DOLPHLAND POPS UP IN CHICAGO

Rapper T.I. and Allen Parks, Manager of Young Dolph, Skye Creative Director of Dolphland
Pop-Up at the private reception for Dolphland LA. Isaiah Marchand @Rikureels.
Rapper T.I. and Allen Parks, Manager of Young Dolph, Skye Creative Director of Dolphland Pop-Up at the private reception for Dolphland LA. Isaiah Marchand @Rikureels.

 Dolphland Pops Up in Chicago

By Tia Carol Jones
There’s a new Pop-Up Coming to the space that once housed the Woman-Ish immersive experience. The Dolphland Museum is coming to Chicago Friday through Sunday, March 3rd thru. 5th, at 114 S. State St.


Dolphland, a Pop Up Museum is a celebration of the late Rapper Young Dolph’s album, Paper Route Frank, which was released in December 2022. Young Dolph, born Adolph Robert Thornton was born in Chicago and lived in Memphis. He released his first mix tape, Paper Route Campaign, in 2008.


The initial idea for Dolphland came from "Street Execs Management", Paper Route Empire, Young Dolph’s Record Label and Allen Parks, Young Dolph’s manager.  Street Execs and Parks reached out to Marina Skye to serve as creative director and set designer for Dolphland.


Skye, owner of Sets by Skye has made a career out of creating interactive, immersive experiences. Some of the designs she created are TI’s Trap Music Museum, as well as Motel 21 for 21 Savage.  Skye was told the concepts Parks and Street Execs wanted her to include in the experience and it was her responsibility to build on those requests to create an immersive experience surrounding Young Dolph’s life and his music.


“They knew they wanted to showcase certain things about him. They knew they wanted to showcase him being a philanthropic person in his community. They knew they wanted to showcase all of his plaques and rewards and they knew they wanted to showcase him being a businessman and a family man,” she said.


Skye had countless conversations with Parks and Street Execs, from which she created mock-ups of what the rooms would look like and what would be included in those rooms. It was important to  ensuring everything was in chronological order – from the corner store where Young Dolph was selling his mix tapes to the apartment where he was burning the CD’s that he would sell.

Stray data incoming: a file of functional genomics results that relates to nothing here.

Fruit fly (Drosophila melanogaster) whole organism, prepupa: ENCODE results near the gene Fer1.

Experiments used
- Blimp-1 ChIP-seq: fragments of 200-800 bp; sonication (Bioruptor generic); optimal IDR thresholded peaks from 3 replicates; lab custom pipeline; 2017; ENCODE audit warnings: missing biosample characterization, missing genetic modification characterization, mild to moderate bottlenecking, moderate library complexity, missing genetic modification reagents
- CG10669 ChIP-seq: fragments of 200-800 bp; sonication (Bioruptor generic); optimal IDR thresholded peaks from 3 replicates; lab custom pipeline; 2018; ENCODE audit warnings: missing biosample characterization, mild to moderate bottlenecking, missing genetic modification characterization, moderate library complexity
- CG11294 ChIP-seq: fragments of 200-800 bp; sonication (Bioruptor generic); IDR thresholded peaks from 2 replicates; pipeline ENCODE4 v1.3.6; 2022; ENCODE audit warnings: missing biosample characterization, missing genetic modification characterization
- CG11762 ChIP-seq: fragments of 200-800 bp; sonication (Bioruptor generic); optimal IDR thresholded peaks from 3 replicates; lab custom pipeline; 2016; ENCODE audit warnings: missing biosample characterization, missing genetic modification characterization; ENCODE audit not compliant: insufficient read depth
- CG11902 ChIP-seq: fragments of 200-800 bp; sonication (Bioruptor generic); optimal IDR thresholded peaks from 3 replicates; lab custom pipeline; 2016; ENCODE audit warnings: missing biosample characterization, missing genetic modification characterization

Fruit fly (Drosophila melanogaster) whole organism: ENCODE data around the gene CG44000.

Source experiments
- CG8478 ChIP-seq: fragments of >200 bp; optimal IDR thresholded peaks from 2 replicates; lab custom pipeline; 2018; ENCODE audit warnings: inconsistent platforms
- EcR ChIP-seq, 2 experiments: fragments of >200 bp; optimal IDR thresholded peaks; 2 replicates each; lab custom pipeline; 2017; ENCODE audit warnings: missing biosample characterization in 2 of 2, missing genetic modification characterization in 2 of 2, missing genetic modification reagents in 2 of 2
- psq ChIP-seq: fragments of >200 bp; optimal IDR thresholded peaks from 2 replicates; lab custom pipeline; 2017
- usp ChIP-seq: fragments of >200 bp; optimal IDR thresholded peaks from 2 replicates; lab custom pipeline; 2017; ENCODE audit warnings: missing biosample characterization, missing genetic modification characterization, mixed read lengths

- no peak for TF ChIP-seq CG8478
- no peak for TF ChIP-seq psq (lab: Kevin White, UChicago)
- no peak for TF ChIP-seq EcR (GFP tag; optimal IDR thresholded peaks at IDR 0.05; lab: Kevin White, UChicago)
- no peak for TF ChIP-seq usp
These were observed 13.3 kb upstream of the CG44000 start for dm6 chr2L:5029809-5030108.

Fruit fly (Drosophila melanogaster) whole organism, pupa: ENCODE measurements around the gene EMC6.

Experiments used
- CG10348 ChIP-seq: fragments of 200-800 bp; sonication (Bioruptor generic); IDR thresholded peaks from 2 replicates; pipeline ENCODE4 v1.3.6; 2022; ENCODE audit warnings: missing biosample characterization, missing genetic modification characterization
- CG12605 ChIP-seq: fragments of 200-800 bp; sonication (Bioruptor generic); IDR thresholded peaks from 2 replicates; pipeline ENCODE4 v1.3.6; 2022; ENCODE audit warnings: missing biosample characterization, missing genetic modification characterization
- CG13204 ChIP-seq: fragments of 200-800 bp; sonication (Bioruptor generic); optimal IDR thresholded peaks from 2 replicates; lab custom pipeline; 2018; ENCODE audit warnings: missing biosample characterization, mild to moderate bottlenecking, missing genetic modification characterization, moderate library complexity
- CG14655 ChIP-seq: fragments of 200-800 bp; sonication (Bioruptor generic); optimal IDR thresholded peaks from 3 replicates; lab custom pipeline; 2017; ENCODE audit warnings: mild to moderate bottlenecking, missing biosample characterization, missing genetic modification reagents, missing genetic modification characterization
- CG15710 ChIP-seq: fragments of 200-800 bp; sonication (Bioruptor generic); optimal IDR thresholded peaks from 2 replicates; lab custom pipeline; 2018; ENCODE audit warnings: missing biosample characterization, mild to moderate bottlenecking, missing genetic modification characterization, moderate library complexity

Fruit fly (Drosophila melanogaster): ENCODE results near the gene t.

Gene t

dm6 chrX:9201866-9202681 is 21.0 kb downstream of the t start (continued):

Every room in Dolphland is a stepping stone to the next room and shows a part of Young Dolph’s progress throughout his career.   Skye said it is surreal to see Dolphland finished.  “People don’t know the process behind it. They walk through, they see how cool it is, how interactive it is, but people don’t pay attention to the behind the scenes part,” she said.


Skye enjoys seeing people in awe of the work. She walks through the space and people don’t know she’s the one who created it. She gets to observe what the people are interacting with the most. It helps her figure out the experience in each market and how to improve it.

Dolphland has already been in Los Angeles, Phoenix, Houston and San Antonio. With each new venue, there is a new layout.  Each week, is a totally different experience from the last.

In San Antonio, Skye and her team were in a restaurant and she was wearing a Dolphland hat. A waiter came up to her and told her about his experience with Young Dolph and how it changed his life, not knowing Skye and her team were part of the Dolphland Pop-Up Museum.

“It’s really amazing to see we’re part of a culture; we’re creating a culture. It’s hard for us to think about that when we’re in the mix,” Skye said. “It’s things like that, that remind us we are really doing something far greater than us. We’re doing something to maintain the legacy of a really great man, artist, father and community leader.” Skye wants people who are not die-hard Young Dolph fans, who are getting to know his work, get that he was much more than just an artist.

“He was a Black man from the South, who grew up in the hood and figured out how to overcome his circumstances, to not only make a way for himself, but to make a way for his whole community and family. I think these are elements that are not often highlighted in rap culture, because the media chooses to harp on the negative,” she said.

Skye wants it to be a full circle experience for those who attend the pop-up museum, to learn how much of a well-rounded person Young Dolph was. The project has been well-received and the team is thankful for that. Skye hopes that the audiences continue to come and experience and listen to the album and be fully immersed.

“We, collectively, hope that his fans walk out of this feeling like they have some type of closure,” she said, adding that in doing research the fans weren’t able to pay their respects when Young Dolph was gunned down. “We hope this kind of helps with that, because the more cities we go to, the more we realize he was just so loved by so many, and he affected so many lives, through music alone.”

For more information about Dolphland, visit thedolphlandmuseum.com.

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